<word>....<word>.....<word>....<word> and there are 8 extra characters,how would you distribute them...?
    <word> 1st extra char <word> 2nd extra char <word> 3rd..<word>
    <word> 4th..<word> 5th..<word> 6th <word>
    <word> 7th <word> 8th......right..?
    which is nothing but l-l/k-1 for words greater than 8%3=2;


  • 0

    https://discuss.leetcode.com/topic/110789/missing-test-case
    All the solutions in the most upvoted post can't pass this missing test case

    Input:
    ["a","b","c","d"]
    3
    Output:
    ["a b","c d"]

    This output violates the following description:

    For the last line of text, it should be left justified and no extra space is inserted between words.

    What's the right answer for this test case?


  • 0
    M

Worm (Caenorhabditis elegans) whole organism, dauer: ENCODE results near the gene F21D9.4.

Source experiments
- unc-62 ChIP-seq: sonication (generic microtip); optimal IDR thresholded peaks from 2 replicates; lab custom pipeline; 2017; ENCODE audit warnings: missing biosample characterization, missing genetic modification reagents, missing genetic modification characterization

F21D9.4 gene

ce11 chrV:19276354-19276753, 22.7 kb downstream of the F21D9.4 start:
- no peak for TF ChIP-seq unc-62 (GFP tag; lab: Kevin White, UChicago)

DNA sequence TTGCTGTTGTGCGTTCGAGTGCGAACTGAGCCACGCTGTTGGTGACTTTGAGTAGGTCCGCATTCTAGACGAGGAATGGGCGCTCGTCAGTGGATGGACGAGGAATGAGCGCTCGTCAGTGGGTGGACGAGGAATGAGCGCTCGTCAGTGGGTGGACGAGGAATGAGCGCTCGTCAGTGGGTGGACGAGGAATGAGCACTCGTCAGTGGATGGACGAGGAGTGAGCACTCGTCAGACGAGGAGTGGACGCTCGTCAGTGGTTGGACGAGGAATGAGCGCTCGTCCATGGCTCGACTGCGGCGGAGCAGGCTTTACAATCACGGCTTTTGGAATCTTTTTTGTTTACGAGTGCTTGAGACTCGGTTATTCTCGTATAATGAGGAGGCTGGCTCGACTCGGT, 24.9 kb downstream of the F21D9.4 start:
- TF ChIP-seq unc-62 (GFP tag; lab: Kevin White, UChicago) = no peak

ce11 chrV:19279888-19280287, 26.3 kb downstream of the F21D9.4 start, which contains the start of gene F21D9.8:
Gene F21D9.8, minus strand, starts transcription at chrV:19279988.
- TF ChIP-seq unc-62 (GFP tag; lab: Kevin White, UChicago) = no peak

Similarly, here's my Java Code

            public List<String> fullJustify(String[] words, int maxWidth) {
    		List<String> res = new ArrayList<>();
    		if (words == null || words.length == 0 || maxWidth < 0) return res;
    		int n = words.length;
    		int s = 0, e = 0;
    		for (s = 0; s < n; s = e) {
    			int len = -1;
    			for (e = s; e < n && len + words[e].length() + 1 <= maxWidth; ++e) {
    				len += words[e].length() + 1;
    			}
    			int space = 1;
    			int extra = 0;
    			if (e != s + 1 && e != n) {
    				space = (maxWidth - len) / (e - s - 1) + 1;
    				extra = (maxWidth - len) % (e - s - 1);
    			}
    			StringBuilder row = new StringBuilder(words[s]);
    			for (int i = s + 1; i < e; ++i) {
    				addSpaces(row, space);
    				if (--extra >= 0) row.append(' ');
    				row.append(words[i]);
    			}
    			addSpaces(row, maxWidth - row.length());
    			res.add(row.toString());
    		}
    		return res;
    	}
    	private void addSpaces(StringBuilder row, int cnt) {
    		while (cnt-- > 0) {
    			row.append(' ');
    		}
    	}